Parental Alienation

Effective Therapy For Resistant High Conflict Divorcing Families (Part 2)

By Barry Bricklin, Ph.D.

(If you haven’t read Part 1 of this series, start here.)

Q: What is the best therapy to suggest for a custody family where the parents constantly argue and undermine each other?

One would first think about a Parent Coordinator, but you would have to find one trained in psychotherapy. Further, many judges are reluctant to hand over the kind of power most Parent Coordinators demand.

Since the parents typically cannot agree on anything, and can’t work together cooperatively,  and in parental alienation cases one parent will insist the children are “terrified” to be near the other parent, they will refuse any therapy where they have to be in the same room. They will each want individual therapy, and will want the right to choose a favored therapist. The parents may honestly want therapy for the children, but what they really want for themselves is an “expert” who will believe what they say and back them up in court. All too often everyone ends up with his or her own therapist. This usually leads to a chaotic and even greater adversarial mess than existed earlier, especially if there is even the slightest amount of parental alienation in the mix. Each client tells a different story, usually convincingly, and each therapist, consciously or unconsciously, ends up advocating (to a judge in ongoing litigation) for his or her client.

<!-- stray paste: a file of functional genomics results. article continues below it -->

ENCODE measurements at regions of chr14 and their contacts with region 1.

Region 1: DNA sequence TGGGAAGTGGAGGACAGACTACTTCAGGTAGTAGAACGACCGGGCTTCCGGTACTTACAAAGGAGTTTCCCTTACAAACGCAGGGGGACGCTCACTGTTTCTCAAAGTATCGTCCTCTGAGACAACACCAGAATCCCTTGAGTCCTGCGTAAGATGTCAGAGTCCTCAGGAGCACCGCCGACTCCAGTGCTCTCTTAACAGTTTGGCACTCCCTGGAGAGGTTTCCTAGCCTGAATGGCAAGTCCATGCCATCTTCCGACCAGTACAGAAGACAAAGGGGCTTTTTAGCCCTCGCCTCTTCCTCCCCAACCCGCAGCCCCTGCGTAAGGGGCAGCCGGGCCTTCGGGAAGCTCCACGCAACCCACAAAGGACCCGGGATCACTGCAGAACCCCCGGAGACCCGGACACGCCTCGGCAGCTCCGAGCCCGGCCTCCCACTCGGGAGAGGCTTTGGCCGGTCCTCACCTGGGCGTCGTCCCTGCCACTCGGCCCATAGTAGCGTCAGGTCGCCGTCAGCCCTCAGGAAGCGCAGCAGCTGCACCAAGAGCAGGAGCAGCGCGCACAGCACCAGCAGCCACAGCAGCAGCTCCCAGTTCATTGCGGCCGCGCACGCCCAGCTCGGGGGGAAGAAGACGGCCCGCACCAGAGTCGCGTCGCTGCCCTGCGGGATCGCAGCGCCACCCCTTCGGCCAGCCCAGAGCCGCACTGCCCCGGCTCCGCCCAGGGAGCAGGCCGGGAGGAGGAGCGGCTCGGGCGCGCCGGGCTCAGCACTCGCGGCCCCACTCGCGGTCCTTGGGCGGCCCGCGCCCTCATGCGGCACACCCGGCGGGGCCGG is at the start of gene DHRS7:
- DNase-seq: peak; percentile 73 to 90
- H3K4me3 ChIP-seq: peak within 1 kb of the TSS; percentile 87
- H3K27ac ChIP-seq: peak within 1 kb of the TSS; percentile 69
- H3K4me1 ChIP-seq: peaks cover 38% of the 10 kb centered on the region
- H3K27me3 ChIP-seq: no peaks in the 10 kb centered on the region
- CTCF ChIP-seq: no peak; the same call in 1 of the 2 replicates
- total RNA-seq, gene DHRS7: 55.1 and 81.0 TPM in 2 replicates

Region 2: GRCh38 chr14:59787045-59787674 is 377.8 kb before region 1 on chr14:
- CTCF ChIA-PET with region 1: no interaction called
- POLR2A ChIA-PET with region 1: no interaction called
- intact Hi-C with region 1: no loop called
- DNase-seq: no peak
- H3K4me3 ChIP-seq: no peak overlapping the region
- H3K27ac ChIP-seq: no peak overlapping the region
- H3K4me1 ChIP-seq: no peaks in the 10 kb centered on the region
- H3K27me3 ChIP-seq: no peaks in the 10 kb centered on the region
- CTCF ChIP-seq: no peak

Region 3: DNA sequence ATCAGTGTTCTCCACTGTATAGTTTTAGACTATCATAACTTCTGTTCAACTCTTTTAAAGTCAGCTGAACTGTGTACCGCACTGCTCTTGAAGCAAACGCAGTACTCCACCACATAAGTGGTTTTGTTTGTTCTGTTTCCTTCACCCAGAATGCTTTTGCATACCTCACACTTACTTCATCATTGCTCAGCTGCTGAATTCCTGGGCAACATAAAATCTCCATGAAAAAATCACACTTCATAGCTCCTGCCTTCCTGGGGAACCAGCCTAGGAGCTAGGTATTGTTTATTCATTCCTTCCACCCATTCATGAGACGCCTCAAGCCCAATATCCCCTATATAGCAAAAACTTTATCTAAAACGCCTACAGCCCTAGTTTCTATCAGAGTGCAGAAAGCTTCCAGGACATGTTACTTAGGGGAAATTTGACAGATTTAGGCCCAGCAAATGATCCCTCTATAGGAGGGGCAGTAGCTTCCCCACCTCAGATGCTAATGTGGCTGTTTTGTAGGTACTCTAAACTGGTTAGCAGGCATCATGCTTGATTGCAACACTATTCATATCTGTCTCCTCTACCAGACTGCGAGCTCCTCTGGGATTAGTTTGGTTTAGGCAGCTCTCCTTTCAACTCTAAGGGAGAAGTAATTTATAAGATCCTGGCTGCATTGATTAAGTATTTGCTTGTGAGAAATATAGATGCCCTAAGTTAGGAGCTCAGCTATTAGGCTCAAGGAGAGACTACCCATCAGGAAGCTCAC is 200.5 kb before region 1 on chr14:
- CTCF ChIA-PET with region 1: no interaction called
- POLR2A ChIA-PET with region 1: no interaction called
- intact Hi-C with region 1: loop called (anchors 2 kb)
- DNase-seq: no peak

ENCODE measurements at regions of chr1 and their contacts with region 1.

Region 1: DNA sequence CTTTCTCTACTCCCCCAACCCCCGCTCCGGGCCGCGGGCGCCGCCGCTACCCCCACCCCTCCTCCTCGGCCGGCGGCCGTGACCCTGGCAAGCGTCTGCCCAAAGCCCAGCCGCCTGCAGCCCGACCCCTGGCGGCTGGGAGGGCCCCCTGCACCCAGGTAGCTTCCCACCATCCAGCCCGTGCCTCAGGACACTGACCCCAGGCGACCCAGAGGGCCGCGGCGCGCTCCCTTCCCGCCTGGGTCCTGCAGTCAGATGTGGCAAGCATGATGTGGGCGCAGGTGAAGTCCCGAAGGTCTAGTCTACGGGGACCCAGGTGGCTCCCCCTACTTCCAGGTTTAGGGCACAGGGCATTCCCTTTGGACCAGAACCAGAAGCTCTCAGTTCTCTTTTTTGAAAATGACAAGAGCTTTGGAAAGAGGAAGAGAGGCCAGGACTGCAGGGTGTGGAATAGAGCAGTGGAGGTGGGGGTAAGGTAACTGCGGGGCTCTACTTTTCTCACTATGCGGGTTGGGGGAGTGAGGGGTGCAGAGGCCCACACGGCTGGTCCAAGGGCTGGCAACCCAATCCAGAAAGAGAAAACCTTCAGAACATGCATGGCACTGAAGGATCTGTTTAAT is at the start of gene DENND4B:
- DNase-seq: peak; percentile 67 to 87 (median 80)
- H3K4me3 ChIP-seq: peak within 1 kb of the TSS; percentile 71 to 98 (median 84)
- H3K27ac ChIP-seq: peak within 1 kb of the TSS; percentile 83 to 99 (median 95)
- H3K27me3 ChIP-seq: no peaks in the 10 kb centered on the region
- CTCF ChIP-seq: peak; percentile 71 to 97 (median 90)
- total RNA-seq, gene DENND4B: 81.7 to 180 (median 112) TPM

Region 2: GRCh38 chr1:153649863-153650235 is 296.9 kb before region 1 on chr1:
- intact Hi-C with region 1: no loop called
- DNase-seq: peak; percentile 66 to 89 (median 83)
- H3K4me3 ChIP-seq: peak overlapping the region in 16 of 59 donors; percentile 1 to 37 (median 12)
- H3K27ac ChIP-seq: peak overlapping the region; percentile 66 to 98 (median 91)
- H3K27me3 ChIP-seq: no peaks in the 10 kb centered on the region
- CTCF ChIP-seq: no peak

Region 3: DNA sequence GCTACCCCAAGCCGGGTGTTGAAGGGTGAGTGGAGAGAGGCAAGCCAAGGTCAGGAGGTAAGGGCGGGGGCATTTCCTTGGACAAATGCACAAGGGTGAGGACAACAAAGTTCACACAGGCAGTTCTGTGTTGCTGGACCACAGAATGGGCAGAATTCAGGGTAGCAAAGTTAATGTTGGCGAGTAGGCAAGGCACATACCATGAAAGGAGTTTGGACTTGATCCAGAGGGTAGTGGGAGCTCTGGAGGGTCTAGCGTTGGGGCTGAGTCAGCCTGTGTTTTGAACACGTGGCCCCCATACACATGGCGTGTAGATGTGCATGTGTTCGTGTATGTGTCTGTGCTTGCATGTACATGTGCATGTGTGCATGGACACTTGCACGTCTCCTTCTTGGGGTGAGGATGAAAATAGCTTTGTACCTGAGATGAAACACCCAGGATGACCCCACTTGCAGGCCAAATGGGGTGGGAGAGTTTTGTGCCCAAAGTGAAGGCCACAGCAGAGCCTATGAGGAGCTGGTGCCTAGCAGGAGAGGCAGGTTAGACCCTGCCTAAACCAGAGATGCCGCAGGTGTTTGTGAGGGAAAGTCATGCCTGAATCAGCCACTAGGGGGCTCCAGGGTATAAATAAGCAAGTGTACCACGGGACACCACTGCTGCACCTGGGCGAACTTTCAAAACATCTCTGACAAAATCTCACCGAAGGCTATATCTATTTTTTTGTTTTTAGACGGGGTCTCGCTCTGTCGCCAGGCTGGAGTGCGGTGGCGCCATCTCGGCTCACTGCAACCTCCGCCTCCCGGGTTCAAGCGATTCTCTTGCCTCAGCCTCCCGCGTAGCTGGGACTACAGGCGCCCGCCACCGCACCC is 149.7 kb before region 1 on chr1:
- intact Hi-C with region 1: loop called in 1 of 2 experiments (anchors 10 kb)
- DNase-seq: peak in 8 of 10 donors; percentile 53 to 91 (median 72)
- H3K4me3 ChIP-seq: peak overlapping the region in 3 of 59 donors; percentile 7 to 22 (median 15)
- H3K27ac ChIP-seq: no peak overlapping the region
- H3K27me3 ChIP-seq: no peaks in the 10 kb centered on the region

The blunt scientific truth is that this situation demands family therapy, the therapist must know the ploys and tricks typical of high-conflict parents, and the further blunt truth is that this is impossible to arrange. No judge would order it, high conflict parents would never accept it, and if a child is alienated he or she would scream bloody murder. And an unenlightened attorney or mental health professional will chirp in with “why should we be concerned about a family system that no longer exists.”

But this system does exist and will forever exist in the minds of the family members. And since the neural circuitry was wired-in when many members were young, the neural configurations that encode family relations will remain primed to “fire” as intact circuits until they die. Note well also that every system has countless unique properties, and the members of a system will behave in ways within this system that are unlikely to occur outside of that system. There are many behaviors that will emerge (and be open to observation) only within a specific system.

The next post will provide some background on systems theory and its implications for providing therapy to court-involved, high conflict families.